Notes: I hate to say it, but this is The End. There's at least ten years between Shrapnel and now, and a lot of things happened in those ten years that I'm not sure I'll ever write about. If I do, rest assured you'll be the first to know.
So this is the Angelface 'verse! You're not required to read any of the stories that came before this one, but if you don't you may not understand what exactly is happening. I claim no responsibility for symptoms of confusion or anger.
And if, for some crazy reason, you want to ghost-write an Angelface story for me then throw me a PM and we'll talk business.
It's a surprise, he thinks, that it would end this way. He'd grown up assuming that he'd be killed in the field by hunters or demons. But here he is all the same, strapped in place, right arm twingeing from the shoulder down like it hasn't for years (or when it's about to snow). For some reason they've covered his eyes and he thinks it's probably because it's harder for most people to kill a man when you can see his eyes. Dean thinks it would be faster if he'd done it himself last night in his cell. He's not entirely sure why he didn't, maybe so his last words will actually be recorded and not lost to empty concrete and steel.
Lethal injection would be quicker anyway. Without a gun or a certain amount of drugs the whole killing yourself thing seemed like it tended to drag on.
Dean didn't recognise the voice of the attending physician (or whatever-the-fuck they were called), but he knew the guards who'd taken him from his cell hadn't changed. He'd been a model prisoner since he'd first gotten to the maximum security centre, quiet and charming; He never started fights, only defended himself if he needed to, and all for this reason. So he'd actually get an answer when he asked the big questions.
"Hey Schmidt," Dean flashes one of his best smiles, "any reporters out there?"
"Biggest crowd of them I've ever seen," the guard replies. The sound of his voice came from somewhere to Dean's right, probably by the door somewhere, or standing on one side of the viewing window. "You've got six people with badges. All the major news stations."
"Celebrity killings, man." Dean chuckles to himself. "What fuckin' ghouls."
"You're famous, Winchester. They want you off the streets."
"I'm already off the streets."
Someone cleared their throat and Dean would have made a lip-zipping motion if he was actually capable of moving his hands. He thinks about what his last words are actually going to be, if they give him a chance to say anything. He considers pissing everyone off with something like an award-acceptance speech, breifly considers something that's classic serial-killer, but they're just idle fantasies. He already knows what he wants to say.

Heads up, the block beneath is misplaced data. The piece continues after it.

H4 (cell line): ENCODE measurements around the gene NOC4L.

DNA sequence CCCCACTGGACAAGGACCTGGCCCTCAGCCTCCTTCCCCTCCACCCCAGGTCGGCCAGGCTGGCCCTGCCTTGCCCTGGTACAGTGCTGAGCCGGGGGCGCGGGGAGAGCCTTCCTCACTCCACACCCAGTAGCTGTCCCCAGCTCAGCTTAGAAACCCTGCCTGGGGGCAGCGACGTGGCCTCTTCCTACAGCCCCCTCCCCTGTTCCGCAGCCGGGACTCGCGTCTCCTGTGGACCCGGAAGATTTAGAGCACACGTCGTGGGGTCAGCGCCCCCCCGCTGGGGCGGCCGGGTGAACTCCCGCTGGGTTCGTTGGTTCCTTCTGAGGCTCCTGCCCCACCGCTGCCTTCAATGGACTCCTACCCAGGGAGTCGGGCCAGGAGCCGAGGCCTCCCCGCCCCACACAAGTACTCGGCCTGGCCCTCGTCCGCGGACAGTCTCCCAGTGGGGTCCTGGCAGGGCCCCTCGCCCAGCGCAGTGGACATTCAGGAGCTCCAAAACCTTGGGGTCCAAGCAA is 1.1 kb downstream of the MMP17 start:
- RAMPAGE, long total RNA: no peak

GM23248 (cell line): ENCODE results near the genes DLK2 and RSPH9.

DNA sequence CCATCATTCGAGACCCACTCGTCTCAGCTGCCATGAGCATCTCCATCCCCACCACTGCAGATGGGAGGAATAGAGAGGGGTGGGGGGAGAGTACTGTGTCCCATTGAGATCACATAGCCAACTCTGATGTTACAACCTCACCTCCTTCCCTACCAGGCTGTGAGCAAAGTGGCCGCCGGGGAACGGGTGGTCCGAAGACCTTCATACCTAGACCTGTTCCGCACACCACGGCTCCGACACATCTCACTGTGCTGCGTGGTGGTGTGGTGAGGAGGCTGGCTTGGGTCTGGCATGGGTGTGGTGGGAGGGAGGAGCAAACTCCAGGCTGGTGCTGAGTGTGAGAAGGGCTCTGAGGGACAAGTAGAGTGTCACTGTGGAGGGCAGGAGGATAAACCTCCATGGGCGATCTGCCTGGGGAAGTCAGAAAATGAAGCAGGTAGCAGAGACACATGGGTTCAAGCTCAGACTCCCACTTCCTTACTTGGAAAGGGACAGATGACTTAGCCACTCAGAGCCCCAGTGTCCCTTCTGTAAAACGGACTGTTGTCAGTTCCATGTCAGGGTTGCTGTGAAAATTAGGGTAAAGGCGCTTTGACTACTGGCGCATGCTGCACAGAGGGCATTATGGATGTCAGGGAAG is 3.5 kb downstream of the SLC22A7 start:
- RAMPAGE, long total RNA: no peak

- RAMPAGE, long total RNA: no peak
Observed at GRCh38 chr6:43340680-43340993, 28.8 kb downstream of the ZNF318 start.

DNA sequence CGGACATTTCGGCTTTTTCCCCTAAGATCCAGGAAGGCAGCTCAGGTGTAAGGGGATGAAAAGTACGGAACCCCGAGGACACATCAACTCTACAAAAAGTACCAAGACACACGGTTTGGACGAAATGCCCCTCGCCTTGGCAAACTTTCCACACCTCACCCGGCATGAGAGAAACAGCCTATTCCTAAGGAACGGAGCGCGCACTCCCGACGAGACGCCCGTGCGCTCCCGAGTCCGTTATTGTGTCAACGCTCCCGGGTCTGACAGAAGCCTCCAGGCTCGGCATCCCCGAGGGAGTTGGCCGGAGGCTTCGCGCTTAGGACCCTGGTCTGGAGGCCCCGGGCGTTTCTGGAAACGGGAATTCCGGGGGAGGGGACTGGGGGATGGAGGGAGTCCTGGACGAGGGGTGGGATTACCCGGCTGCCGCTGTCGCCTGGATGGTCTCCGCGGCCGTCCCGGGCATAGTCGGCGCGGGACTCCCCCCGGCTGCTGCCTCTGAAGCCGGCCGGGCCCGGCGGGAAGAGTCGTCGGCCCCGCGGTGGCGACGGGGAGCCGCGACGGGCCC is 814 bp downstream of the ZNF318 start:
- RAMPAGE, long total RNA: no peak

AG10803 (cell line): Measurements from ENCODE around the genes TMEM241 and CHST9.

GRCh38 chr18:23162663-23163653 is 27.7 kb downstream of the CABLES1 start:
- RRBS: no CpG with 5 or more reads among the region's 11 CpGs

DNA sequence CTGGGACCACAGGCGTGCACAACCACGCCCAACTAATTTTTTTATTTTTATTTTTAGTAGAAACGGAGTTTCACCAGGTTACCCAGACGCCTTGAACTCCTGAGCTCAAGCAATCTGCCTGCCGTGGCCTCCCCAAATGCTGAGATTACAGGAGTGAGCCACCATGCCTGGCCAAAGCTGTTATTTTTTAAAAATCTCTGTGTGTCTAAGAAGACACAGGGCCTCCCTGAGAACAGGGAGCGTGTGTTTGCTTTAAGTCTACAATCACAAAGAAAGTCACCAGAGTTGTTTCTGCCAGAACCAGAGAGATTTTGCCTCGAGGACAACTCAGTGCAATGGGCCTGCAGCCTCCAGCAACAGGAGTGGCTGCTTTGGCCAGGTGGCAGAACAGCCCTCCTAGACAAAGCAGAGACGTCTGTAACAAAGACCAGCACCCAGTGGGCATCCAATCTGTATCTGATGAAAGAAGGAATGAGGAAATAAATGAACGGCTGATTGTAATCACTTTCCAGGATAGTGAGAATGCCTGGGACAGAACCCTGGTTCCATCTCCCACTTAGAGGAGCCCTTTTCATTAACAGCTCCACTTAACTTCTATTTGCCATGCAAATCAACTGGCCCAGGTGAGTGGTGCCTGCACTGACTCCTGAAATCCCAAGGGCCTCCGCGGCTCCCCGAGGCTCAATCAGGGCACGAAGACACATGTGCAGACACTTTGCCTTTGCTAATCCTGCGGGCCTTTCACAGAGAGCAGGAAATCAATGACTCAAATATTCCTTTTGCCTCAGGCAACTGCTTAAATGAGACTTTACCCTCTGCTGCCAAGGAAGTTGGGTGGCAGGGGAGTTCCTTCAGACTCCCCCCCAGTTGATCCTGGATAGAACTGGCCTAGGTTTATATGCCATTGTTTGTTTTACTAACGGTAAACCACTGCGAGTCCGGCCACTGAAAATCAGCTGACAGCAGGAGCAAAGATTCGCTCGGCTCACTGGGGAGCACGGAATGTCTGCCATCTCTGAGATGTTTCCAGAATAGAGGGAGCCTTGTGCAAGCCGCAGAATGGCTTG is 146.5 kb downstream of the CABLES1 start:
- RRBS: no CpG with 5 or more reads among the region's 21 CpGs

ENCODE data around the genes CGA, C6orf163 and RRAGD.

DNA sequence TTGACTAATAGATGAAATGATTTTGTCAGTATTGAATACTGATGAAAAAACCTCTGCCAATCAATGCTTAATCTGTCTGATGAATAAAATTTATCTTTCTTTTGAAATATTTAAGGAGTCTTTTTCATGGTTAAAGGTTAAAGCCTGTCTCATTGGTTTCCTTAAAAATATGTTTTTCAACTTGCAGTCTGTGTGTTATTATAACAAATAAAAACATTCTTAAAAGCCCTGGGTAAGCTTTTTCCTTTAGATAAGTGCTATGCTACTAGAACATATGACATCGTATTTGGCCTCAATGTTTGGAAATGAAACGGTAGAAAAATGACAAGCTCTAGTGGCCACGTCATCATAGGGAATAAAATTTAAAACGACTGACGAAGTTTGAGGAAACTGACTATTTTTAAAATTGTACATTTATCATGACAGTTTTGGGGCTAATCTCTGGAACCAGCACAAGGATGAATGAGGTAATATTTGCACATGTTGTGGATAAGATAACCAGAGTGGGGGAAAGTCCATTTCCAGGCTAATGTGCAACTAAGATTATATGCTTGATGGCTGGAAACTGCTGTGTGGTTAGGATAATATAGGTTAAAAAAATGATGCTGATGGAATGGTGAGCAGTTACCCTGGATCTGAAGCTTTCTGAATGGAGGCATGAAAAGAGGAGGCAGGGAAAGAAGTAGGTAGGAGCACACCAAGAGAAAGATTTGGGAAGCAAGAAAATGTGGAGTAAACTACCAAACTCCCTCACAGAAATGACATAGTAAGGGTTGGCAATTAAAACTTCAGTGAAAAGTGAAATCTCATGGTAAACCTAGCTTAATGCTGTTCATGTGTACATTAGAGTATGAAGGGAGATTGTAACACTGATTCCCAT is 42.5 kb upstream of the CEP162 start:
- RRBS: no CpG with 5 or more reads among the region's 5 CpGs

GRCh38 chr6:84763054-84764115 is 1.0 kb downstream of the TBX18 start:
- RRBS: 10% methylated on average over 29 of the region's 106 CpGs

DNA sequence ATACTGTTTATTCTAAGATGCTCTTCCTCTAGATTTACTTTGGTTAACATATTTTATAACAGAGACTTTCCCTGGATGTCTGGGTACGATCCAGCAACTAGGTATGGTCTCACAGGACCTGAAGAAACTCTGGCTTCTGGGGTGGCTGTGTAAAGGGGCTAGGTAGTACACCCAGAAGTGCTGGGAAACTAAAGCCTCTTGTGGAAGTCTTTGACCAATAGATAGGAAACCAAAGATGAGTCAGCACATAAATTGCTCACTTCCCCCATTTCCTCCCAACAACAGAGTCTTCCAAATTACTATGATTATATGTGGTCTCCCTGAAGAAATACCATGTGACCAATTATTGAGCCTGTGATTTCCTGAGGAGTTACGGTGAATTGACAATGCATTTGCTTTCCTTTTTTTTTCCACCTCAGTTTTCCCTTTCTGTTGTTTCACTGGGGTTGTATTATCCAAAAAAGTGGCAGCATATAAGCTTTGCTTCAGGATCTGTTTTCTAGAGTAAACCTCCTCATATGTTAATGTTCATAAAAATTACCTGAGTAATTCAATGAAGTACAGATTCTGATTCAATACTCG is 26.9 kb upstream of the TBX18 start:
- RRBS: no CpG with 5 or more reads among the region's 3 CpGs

Dean ignores the rest of the pomp, counting imaginary starbursts to pass the time. He snaps back to attention when an unfamiliar voice asks him; "Is there anything you want to say?"
"Yeah," Dean replies easily. He clears his throat. "You'll never catch my brother, and if you catch Cas it's only 'cause he wanted to be caught. Family was everything to me, I regret nothing... And, shit, what the hell - The Winchester legacy will live on, bitches!"
He can't hear the reaction, but he'd guess that it's only the second half of those words that are actually going to make it to the news. An odd sensation is spreading through his limbs, one he recognises as anaesthetic. In the split second before he's out cold he remembers the process; Three injections, then they wait and make sure he's dead. He thinks it would be really fucking funny if somehow he survived.
He knows he hasn't when his eyes snap open and he finds himself lying on a flat surface much different from the last. He's still strapped down, but this time he's naked and the slab burns cold underneath him. What he can see is actually pretty heartening - he'd been imagining something different, something less abrstract. Dean knows he probably wont feel that way for very long. It is Hell after all, it's not like the place is supposed to be fun.
"Hello Dean," A voice whispers into his ear. He can't turn his head, but there's a sudden sensation like vertigo and then he's staring the being - a little girl in a red dress - in the face. "Would you like to play?"
Dean gives her his most charming smile. "What are we playing today, doll?"
"My name's Lillith," the girl tells him. "And we're playing carve the killer."
Dean thinks for a moment. "Yeah, sure," he says finally, giving himself over to the reality of Hell the same way his father had years before, "I'm up for that."
It would be painful, brutal, would cut him to the core and strip him down to the barest bones of his own self. But Dean knew something that most people who went to Hell had no notion of; One day this particular pain would end, and he would walk free through the dark kingdom fundamentally changed. One day Dean would be a demon, and then it was only a matter of time before he found a way out.
He was hoping he could do it before Cas turned fifty.